The province will also focus on the promotion of public transport through the proposed Bus Rapid Transport Scheme (BRT). This involves high independent occupancy vehicle lanes for buses.

6.3.7) Project to accommodate the Soccer World Cup 2010
The construction should be complete by May 2010, but if it is not, work will be stopped for a three-month period to allow unimpeded traffic flow during the FIFA 2010 World Cup.

6.3.8) User-pay principle (Toll Road)
“It was decided that the project could be financed on the “user-pay principle”. Irregularities were noted in the Tender award process. The “intent to toll” was awarded prior to completion of the tender process. Tolling will take place via an open road toll system, meaning that all transactions will take place fully electronically at toll collection locations identified for the network. Therefore, no physical toll plazas will be constructed, and vehicles will therefore not be required to stop or even to slow down, for tolling to take place”, (Gazette, 2012).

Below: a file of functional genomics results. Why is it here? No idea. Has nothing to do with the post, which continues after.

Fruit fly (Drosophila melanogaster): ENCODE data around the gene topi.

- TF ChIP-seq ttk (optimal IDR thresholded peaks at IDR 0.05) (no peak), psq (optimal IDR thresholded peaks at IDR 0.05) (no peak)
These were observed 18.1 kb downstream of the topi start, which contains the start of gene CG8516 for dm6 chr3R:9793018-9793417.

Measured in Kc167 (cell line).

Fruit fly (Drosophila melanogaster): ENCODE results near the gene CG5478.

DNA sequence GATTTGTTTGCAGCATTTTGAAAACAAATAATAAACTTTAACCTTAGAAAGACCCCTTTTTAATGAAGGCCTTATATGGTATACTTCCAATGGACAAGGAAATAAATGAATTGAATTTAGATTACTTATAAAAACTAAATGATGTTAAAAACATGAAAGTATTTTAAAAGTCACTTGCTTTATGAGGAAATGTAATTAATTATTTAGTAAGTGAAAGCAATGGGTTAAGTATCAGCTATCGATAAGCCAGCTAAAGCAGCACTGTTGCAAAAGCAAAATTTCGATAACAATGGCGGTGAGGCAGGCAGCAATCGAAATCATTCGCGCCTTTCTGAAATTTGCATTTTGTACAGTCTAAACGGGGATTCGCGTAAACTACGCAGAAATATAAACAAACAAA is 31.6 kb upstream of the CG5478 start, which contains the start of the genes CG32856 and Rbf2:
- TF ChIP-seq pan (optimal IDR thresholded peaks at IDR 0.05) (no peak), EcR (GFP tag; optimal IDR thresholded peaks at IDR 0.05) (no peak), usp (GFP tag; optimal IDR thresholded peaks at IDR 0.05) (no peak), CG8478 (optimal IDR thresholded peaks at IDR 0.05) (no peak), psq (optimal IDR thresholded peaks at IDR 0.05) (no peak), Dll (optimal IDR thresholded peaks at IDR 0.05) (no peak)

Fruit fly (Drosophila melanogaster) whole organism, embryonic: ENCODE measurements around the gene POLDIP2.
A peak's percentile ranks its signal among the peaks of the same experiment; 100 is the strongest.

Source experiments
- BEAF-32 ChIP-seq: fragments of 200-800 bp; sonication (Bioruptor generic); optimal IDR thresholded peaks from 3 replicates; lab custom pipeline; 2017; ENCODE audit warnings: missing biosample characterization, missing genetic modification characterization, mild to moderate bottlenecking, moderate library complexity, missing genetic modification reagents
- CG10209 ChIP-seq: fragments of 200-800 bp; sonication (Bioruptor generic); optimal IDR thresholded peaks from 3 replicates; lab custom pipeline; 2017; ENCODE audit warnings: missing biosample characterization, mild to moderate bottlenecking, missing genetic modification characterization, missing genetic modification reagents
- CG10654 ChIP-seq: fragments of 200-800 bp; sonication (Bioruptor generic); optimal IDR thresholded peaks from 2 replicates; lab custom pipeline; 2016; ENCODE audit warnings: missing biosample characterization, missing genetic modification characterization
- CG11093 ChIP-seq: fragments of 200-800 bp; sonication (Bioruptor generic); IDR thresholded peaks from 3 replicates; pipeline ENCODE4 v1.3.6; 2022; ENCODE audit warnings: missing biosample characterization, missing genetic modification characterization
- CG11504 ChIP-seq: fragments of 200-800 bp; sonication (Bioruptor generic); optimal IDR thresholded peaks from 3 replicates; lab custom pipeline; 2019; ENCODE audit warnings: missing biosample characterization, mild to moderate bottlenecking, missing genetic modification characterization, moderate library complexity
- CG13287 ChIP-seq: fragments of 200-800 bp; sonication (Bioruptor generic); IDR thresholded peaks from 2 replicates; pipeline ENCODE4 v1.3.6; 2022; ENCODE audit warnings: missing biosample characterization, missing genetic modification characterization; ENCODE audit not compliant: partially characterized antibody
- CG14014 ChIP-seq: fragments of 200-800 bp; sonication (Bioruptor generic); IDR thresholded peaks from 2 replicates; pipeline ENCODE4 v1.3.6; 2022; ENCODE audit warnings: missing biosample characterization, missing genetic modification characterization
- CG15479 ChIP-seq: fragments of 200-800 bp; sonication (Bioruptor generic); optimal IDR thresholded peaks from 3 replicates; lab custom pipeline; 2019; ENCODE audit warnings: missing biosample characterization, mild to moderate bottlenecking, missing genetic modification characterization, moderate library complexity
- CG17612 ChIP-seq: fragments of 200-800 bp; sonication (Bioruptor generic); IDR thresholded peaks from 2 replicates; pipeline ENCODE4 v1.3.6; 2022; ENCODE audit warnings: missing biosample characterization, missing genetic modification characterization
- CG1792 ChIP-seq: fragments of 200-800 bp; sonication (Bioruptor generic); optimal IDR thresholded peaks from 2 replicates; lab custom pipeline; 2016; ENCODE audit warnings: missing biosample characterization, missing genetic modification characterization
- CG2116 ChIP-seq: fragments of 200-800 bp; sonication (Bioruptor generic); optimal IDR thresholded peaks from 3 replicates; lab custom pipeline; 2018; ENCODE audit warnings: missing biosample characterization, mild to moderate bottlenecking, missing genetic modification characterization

6.3.9) e-Toll (electronic Toll Road)
Vehicles will be fitted with a “transponder” and as the vehicle passes under gantries, an automatic transaction will be recorded. Vehicles of day visitors, rental vehicles and/or those not having transponders will be photographed and accounts will be forwarded for payment. Non-payment of toll fees will result in a traffic offence, and fines will be collected via AARTO.

6.3.10) Economic projections for Gauteng
The GFIP’s mission is to stimulate growth of the Gauteng region, by contributing an estimate of R29 billion to the economy. Majority of this money would be spent on infrastructure development and employment, the hope of bringing a better life for the people of the region.